THE BOOK OF LISTS: Your starter for tens

By CAROLINE MARSHALL, Editor, campaignlive.co.uk, Monday, 17 December 2001 12:00PM

Welcome to the second Book of Lists and to Campaign's final issue

of the year. If you have as much fun reading it as we did creating it,

no doubt you'll end up debating every entry well into the New Year.



This issue takes the place of a normal edition in the last working week

of what has turned out to be a momentous year.



The catastrophe in the US on 11 September has made vulnerable humans of

everyone and the slowdown in the worldwide economy has sent the

advertising boom of the past few years into reverse.



Nonetheless, compiling the lists has been fascinating. For one thing,

you're meant to disagree with the selection. I know there isn't a law

saying that Heineken's "policeman's feet" has to be first in every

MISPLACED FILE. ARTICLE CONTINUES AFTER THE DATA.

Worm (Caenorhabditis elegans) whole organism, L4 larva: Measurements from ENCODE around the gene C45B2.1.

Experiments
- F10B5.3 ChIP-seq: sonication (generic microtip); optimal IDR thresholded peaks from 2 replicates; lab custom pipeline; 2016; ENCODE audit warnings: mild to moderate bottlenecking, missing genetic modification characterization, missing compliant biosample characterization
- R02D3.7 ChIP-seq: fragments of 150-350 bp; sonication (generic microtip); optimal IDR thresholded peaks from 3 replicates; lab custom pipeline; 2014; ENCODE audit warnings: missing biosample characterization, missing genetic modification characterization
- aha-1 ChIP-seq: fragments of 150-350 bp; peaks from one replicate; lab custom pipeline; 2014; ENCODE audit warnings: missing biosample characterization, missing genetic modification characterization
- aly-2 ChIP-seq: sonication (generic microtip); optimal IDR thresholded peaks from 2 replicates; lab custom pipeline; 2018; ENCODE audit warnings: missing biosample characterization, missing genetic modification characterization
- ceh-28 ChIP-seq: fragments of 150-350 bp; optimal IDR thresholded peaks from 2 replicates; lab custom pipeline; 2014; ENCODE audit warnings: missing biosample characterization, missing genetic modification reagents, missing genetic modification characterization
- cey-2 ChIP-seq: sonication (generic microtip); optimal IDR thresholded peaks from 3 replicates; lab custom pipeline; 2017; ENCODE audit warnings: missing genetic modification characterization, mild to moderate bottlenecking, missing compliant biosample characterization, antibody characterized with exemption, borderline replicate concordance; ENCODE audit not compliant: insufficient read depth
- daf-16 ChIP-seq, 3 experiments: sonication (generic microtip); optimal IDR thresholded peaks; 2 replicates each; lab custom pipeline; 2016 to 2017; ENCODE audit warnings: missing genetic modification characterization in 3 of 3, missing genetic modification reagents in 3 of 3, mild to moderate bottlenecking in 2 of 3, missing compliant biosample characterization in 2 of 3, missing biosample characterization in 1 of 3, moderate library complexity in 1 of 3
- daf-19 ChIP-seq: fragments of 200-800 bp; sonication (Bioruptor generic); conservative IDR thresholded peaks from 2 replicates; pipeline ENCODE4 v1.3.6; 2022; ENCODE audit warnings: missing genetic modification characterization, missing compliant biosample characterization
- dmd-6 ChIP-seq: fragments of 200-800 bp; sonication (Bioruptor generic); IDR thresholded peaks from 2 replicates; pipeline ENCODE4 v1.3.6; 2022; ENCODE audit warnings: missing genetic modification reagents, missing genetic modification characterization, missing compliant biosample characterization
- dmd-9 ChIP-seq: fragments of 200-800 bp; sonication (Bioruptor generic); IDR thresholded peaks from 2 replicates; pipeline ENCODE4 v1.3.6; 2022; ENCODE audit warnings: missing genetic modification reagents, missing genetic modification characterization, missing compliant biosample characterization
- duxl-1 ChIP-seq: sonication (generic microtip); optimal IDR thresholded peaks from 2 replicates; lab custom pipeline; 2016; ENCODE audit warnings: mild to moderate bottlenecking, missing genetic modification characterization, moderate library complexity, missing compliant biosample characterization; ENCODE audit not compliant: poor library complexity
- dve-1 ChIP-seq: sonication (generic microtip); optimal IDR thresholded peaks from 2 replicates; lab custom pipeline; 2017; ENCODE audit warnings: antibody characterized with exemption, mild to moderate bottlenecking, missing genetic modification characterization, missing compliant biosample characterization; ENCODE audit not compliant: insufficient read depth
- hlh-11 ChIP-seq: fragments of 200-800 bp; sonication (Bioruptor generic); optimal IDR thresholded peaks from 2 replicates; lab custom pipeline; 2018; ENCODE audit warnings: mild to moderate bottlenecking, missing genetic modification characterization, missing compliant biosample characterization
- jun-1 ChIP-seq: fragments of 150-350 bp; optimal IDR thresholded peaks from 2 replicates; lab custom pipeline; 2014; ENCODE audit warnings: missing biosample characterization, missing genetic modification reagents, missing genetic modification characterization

conversation about great ads that nearly didn't get made because they

bombed in research (p37), but is it really better than B&H's "swimming

pool" as a piece of advertising?



Does anyone seriously believe that Gossard (p47) was the third most

promiscuous client in UK advertising in the year 2001? Was Excite a

bigger dotcom failure (p21) than the Industry Standard, the magazine

that came to symbolise the dotcom boom? Is Carlton's Martin Bowley a

bigger media sales phenomenon (p25) than Channel 4? Who really thinks

that knowing the maitre d' at The Ivy (second on the "top people to know

to get ahead" list, p49) will be better for your career than knowing Sir

Martin Sorrell (fourth on the same list)? Is Nick Bell a better creative

director than Peter Souter? Or Trevor Beattie (p41)?



Come to that, are there really six worse jobs in advertising (p49) than

that of lunching with AMV's Michael Baulk?



Of course, as soon as you even ask these questions you're doing

Campaign's work for us; for while we're offering these lists as

definitive, we're saying behind our hands: "Look, none of this matters

so long as it gets you talking." So, with thanks to all the staff here

who sweated blood to produce the lists and sell some ads around them,

here's wishing you Merry Christmas and an even merrier 2002.



This article was first published on campaignlive.co.uk

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